US to Increase Financial Support of Slovak Army

The US government plans to step up financial support to Slovakia’s military to some $8 million in 2001. The announcement was made by US Defence Ministry Office General Director for European and NATO Policy, Major-General Joseph Garrett speaking in Bratislava on November 15. "The US is obliged to help Slovakia to become a NATO full-fledged member," Garrett said after the talks between a US delegation and Slovak Defence Ministry representatives.

When asked what the US expected in return for its generosity, Major-General Garrett said that the US provided similar help to other NATO candidate countries also. "The main help we provide is in strengthening democratic institutions in candidate countries," he added.

NATO Committee Calls for Enlargement by 2002 at Latest

The Political Committee of the NATO Parliamentary Assembly approved on Monday, November 20, a resolution on NATO enlargement calling on the NATO Council to invite Slovakia, Slovenia and Lithuania to join NATO at or before its summit in 2002. Although the resolution states that invitations must be sent to "any country meeting the criteria for membership from 1995," only Slovakia, Slovenia and Lithuania are specifically mentioned. A preamble paragraph, proposed by the chairman of the Slovak parliamentary delegation attending the 46th NATO Parliamentary Assembly in Berlin, saying that NATO expresses its determination to build an undivided and democratic Europe was also approved.

Article Index



EU News in Brief

EC Report: EU Ready for Enlargement by 2002

The European Commission in an annual report on European Union candidate countries published on November 8 said some states could end accession talks as early as 2002. In a supplementary document, "Enlargement Strategy", it says the EU will be ready to welcome new members "as of the end of 2002".

Even if talks with the leading candidate countries end in 2002, the enlargement is unlikely to begin before January 1, 2003, which is the date set as a target for entry by Cyprus, the Czech Republic, Hungary, Poland, Slovenia and Estonia, the so-called Luxembourg group which began accession talks in 1998. The accession agreements must be signed and ratified by all 15 EU member countries. This gives January 1, 2005, as the realistic date for the actual entry of the new members.

Second Tier EU Candidates Begin to Catch Up

The European Union said on Tuesday, November 21, that some countries which had entered membership talks only this year, had almost caught up with the countries which joined talks in March 1998. The EU was specifically referring to Slovakia and Malta. Other countries which opened talks with the EU in February are Bulgaria, Romania, Latvia and Lithuania.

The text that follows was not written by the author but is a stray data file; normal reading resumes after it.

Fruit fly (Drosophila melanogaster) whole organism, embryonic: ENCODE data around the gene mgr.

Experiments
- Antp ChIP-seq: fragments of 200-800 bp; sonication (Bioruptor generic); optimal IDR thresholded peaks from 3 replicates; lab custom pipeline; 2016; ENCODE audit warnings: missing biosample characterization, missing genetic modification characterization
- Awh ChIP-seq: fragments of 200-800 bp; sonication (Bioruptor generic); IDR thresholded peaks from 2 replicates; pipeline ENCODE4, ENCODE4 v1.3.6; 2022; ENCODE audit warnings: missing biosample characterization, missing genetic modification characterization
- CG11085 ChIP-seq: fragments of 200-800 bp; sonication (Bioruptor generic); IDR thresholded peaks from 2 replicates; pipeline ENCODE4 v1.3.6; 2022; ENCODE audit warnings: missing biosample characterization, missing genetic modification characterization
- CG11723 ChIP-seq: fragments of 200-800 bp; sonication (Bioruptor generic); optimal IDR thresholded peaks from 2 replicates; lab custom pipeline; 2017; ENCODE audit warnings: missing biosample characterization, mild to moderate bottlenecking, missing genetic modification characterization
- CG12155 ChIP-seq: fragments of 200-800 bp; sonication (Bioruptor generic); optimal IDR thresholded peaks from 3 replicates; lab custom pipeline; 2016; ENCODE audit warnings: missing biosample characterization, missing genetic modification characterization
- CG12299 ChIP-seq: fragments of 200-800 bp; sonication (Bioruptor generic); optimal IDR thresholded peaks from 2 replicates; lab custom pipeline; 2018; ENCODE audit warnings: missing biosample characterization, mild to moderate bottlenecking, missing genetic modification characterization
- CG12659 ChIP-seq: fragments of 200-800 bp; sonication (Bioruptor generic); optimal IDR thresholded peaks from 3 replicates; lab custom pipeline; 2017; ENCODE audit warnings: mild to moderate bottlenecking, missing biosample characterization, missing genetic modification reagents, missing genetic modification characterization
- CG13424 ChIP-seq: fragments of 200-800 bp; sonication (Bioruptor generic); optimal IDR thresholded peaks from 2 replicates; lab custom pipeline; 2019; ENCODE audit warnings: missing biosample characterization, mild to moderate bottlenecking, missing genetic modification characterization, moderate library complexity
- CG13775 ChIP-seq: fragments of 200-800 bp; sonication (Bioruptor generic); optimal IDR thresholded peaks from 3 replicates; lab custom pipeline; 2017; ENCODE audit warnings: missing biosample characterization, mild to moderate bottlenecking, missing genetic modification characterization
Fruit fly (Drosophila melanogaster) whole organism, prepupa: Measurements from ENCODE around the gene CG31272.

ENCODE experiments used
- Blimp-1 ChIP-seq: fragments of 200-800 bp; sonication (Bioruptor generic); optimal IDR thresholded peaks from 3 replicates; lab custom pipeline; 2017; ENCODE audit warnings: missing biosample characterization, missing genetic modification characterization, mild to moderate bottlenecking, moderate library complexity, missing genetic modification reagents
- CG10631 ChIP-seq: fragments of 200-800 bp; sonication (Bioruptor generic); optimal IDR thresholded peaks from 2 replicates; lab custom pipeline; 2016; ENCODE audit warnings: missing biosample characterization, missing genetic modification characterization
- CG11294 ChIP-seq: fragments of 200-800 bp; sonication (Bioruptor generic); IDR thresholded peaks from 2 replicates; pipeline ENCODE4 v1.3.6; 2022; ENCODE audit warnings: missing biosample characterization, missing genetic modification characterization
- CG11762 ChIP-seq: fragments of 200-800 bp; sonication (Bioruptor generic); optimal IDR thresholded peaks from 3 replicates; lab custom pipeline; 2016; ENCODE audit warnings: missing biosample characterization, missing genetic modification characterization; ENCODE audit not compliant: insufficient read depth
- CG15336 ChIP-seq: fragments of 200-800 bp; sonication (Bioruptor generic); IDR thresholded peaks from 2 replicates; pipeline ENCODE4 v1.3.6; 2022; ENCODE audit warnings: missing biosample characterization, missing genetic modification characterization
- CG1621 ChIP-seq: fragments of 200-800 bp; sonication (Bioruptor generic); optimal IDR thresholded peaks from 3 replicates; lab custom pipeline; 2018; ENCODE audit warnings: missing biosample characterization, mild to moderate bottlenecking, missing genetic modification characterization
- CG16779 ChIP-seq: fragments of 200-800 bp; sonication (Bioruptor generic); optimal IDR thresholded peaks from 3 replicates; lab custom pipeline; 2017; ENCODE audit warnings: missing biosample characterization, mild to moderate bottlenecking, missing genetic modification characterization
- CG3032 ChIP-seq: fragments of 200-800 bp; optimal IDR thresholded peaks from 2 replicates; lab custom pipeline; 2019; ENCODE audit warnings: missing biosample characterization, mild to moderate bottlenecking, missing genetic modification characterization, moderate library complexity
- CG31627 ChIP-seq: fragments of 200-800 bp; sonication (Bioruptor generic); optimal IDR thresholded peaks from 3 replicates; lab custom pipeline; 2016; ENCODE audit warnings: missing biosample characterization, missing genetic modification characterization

Before the countries can join the EU, they must negotiate their way through 29 issues. Slovakia had been excluded from the first group of countries admitted to membership talks in 1998 because the EU disapproved of the then Prime Minister Vladimir Meciar.

EU Report Criticises Hungary

A recent EU report on Hungary criticises the lack of substantive "government-society dialogue" in that country.

This refers to "national interest co-ordination", which is a way of saying that the relation of trade unions with the government have shown no sign of improvement. The Hungarian government has taken powers to determine the national minimum wage. The EU report is said to have criticised the government and called on it to carry out "substantive" "social dialogue", so as to regulate the world of work.

Article Index



England Rugby Union Squad Strike for More Pay

England’s rugby union players have gone on strike in a dispute over a pay deal that would give them over £65,000 a year.

In the first serious dispute over pay since the sport became "professional" in 1995, the players are demanding a larger guaranteed match fee and smaller win bonus.

Clive Woodward, the England coach, accused his players of "betrayal". He described the strike as "rugby’s darkest day". Players who fail to turn up to training at 11.00 am on Wednesday, he said, will not be selected for Saturday’s Test against Argentina.

Contract talks broke down on Monday night between the players’ representatives – captain Martin Johnson, Lawrence Dallaglio and Matt Dawson – and a Rugby Football Union committee chaired by Francis Baron, chief executive. The RFU offered England’s 22-man team about £6 million over the next four years – between £65,000 and £70,000 per player each year – based on match fees, performance-related pay and intellectual property rights.

The players argued that too much emphasis was being placed on repeating such feats as the 22-19 win over Australia last Saturday. They argue that the want a larger guaranteed match fee and a lower win bonus. As Martin Johnson said, "The amount of effort put in had we lost on Saturday would have been no different."

Matt Dawson, a former captain, said that the players recognised that they might be jeopardising their international careers but that the risk was worth taking to secure better salaries for all. "I would like to think that other players can see what the big picture is," he said. "If we can get this absolutely sorted now then the future players will be able to sit in and have all of this done and dusted and it will never crop up again. I would run out, like every player, for England for absolutely nothing. But it is my livelihood, my mortgage."